5 th party system democrats and republican 1932 1968 dems dominate

    5th Party System: Democrats and Republican 1932-1968 (Dems dominate)

    • Dems: keep New Deal coalition

    • Reps: struggle to offer an alternative, many programs very popular (majoritarian / Social Security) ; division within their party

      • Liberal republicans = supported bigger gov’t and New Deal ideology but felt republicans could administer programs more efficiently (dominant in Northeast)

      • conservative republicans = wanted to dismantle much of the New Deal legislation as well as

        • Lower taxes, less gov’t regulation of business, less federal control

    5 th party system democrats and republican 1932 1968 dems dominate1

    5th Party System: Democrats and Republican 1932-1968 (Dems dominate)

    • Dems coalition breaking by the 1960s

      • Civil rights legislation ( alienates S. Dems as early as the late 1940s, alienates working class Northern Dems by 1960s)

      • Johnson’s Great Society ( blue collar / white collar divide)

      • Vietnam War (alienates young dems and upper class intellectuals)

    6 th party system divided government 1968 present

    6th Party System: Divided Government 1968-Present

    • What causes it to emerge: Disintegration of the New Deal coalition leaves the door open for Republicans to re-emerge

    • Characteristics of this era:

      • Congress and the Presidency often controlled by different parties

      • Red/ Blue states switch: Why? (2 reasons)

        • 1. Nixon and the “Southern Strategy”: 1968 &72

          • Race becomes more important than class

            • For the first half of the 20th century, white protestant southern voters were more liberal on every issue than white protestant northern voters, with one exception: race.

            • Class was more important than race for decades because of poverty. With growing affluence in the 1960s, however, race began to be more important than class.

    6 th party system divided government 1968 present1

    6th Party System: Divided Government 1968-Present

    • 2. Reagan (1980) brings religious conservatives solidly into the Republican party

      • Concentrated more heavily in the South

      • By the election of 1980 the South becomes solidly republican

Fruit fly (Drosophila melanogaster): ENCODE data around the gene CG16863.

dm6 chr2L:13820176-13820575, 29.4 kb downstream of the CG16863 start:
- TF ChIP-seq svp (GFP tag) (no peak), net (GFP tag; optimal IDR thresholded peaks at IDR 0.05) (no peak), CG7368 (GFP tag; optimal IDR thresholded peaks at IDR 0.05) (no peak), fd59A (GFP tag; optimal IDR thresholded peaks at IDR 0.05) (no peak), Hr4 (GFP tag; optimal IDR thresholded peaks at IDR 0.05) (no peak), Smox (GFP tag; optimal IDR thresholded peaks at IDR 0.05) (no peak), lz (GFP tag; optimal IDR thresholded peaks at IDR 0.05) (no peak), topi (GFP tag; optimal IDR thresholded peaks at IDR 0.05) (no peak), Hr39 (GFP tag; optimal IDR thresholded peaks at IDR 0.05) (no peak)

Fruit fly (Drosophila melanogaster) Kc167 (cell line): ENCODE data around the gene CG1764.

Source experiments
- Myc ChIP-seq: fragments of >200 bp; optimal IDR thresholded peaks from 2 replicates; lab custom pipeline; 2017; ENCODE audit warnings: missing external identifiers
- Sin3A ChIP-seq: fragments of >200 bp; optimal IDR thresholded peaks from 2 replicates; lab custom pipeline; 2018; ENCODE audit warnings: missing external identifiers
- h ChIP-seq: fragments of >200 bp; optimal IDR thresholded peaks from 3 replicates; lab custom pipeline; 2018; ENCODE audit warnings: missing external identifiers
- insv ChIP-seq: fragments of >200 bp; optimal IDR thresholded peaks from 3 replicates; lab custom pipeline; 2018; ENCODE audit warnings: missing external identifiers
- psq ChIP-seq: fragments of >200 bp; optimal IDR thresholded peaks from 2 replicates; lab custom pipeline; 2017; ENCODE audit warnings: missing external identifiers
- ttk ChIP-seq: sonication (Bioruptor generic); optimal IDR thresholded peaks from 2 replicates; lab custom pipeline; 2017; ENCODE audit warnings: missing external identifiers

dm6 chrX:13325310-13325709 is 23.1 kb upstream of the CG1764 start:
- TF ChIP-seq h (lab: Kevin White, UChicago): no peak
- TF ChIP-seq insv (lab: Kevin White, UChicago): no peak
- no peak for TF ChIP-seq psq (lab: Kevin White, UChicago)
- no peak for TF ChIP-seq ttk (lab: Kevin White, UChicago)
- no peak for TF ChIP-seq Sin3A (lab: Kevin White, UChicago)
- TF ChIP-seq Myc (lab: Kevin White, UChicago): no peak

6 th party system divided government 1968 present2

    6th Party System: Divided Government 1968-Present

    • Democrats continued to appeal to union members, upper class intellectuals, racial minorities, and progressives (abortion, gay rights, environmentalism, feminism)

      • Women move in larger numbers into the Democratic party during this era

    • Republicans appeal to Southern, rural, white, protestant, wealthier individuals

    6 th party system divided government 1968 present3

    6th Party System: Divided Government 1968-Present

    • During this time period each party has become more ideologically distinct

      • Why?

        • Less party identification by voters (de-alignment)

          • Those who continue to identify are less moderate

        • Nominating process

          • Must appeal to liberal / conservative activists to secure parties nomination

        • Activist within parties discourage compromise

          • If you work across the aisle you’re a “sell out”

            Pros: clear alternatives are evident for voters

            Cons: inaction

    Party system review

    Party system review

    • 1. What is the only 3rd party to become a majority party?

    Chapter 9

    • Republicans

    Chapter 9

    • 2. Which political party forms as a loose coalition opposed to Andrew Jackson?

    Chapter 9

    • 2. Whigs

    Chapter 9

    • 3. What event lead to the dissolution of the Federalist party?

    Chapter 9

    • 3. War of 1812

    Chapter 9

    • 4. What 3 groups of voters did Democrats alienate during the election of 1896, starting the 4th party era?

    Chapter 9

    • 4. Catholics, immigrants, urban workers

    Chapter 9

    • 5. Why did Southern Whites begin to flee the democratic party in the 1960s?

    Chapter 9

    • 5. Democrats pushing Civil Rights legislation

    Awesome graph depicting history of parties

    AWESOME graph depicting history of parties




    3 rd minor partie s

    3rd / minor parties

    • Types:

      • Ideological: radically different view on government